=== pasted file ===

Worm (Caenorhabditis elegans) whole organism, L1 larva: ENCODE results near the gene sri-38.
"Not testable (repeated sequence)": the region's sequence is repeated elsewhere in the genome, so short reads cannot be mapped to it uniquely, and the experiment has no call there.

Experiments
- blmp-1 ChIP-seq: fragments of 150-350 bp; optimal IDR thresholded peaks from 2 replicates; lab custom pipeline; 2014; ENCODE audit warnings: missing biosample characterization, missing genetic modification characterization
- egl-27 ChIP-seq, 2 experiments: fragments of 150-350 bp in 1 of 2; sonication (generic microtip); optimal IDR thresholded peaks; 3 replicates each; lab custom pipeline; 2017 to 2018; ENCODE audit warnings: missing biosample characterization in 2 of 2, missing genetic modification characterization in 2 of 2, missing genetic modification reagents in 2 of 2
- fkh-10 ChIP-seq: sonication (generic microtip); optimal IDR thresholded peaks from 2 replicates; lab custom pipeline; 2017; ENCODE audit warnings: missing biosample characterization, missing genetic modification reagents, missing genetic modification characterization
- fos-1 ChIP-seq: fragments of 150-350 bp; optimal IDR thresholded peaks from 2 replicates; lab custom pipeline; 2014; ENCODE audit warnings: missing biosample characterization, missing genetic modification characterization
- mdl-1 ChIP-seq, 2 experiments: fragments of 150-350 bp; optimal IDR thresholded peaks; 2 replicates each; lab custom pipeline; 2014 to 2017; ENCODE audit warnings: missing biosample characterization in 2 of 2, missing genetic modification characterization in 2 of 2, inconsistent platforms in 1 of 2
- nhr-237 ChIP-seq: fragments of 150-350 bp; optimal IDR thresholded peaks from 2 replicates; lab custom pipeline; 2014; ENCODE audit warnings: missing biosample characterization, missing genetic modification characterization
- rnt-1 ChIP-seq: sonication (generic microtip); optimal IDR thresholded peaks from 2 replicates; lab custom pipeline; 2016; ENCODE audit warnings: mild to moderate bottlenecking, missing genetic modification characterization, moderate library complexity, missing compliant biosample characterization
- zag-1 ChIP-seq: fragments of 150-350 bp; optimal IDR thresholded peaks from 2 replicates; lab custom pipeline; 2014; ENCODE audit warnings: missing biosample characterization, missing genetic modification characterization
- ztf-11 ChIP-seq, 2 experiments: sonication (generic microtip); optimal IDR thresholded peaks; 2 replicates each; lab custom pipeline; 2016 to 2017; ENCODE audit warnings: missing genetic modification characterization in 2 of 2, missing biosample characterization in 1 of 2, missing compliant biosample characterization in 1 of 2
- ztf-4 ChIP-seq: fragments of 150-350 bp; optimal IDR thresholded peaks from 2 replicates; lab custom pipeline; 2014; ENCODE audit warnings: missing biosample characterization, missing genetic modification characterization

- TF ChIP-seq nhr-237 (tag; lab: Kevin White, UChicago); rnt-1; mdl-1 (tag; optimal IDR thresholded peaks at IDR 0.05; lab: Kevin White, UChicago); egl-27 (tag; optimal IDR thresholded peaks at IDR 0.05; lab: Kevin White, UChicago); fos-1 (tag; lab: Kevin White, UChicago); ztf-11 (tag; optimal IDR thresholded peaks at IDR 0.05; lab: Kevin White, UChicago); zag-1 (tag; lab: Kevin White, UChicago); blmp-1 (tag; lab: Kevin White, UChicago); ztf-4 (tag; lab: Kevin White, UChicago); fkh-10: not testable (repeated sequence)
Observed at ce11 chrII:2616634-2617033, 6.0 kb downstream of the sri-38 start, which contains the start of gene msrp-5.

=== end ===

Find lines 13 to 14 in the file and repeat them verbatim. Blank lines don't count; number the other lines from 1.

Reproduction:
- ztf-4 ChIP-seq: fragments of 150-350 bp; optimal IDR thresholded peaks from 2 replicates; lab custom pipeline; 2014; ENCODE audit warnings: missing biosample characterization, missing genetic modification characterization

- TF ChIP-seq nhr-237 (tag; lab: Kevin White, UChicago); rnt-1; mdl-1 (tag; optimal IDR thresholded peaks at IDR 0.05; lab: Kevin White, UChicago); egl-27 (tag; optimal IDR thresholded peaks at IDR 0.05; lab: Kevin White, UChicago); fos-1 (tag; lab: Kevin White, UChicago); ztf-11 (tag; optimal IDR thresholded peaks at IDR 0.05; lab: Kevin White, UChicago); zag-1 (tag; lab: Kevin White, UChicago); blmp-1 (tag; lab: Kevin White, UChicago); ztf-4 (tag; lab: Kevin White, UChicago); fkh-10: not testable (repeated sequence)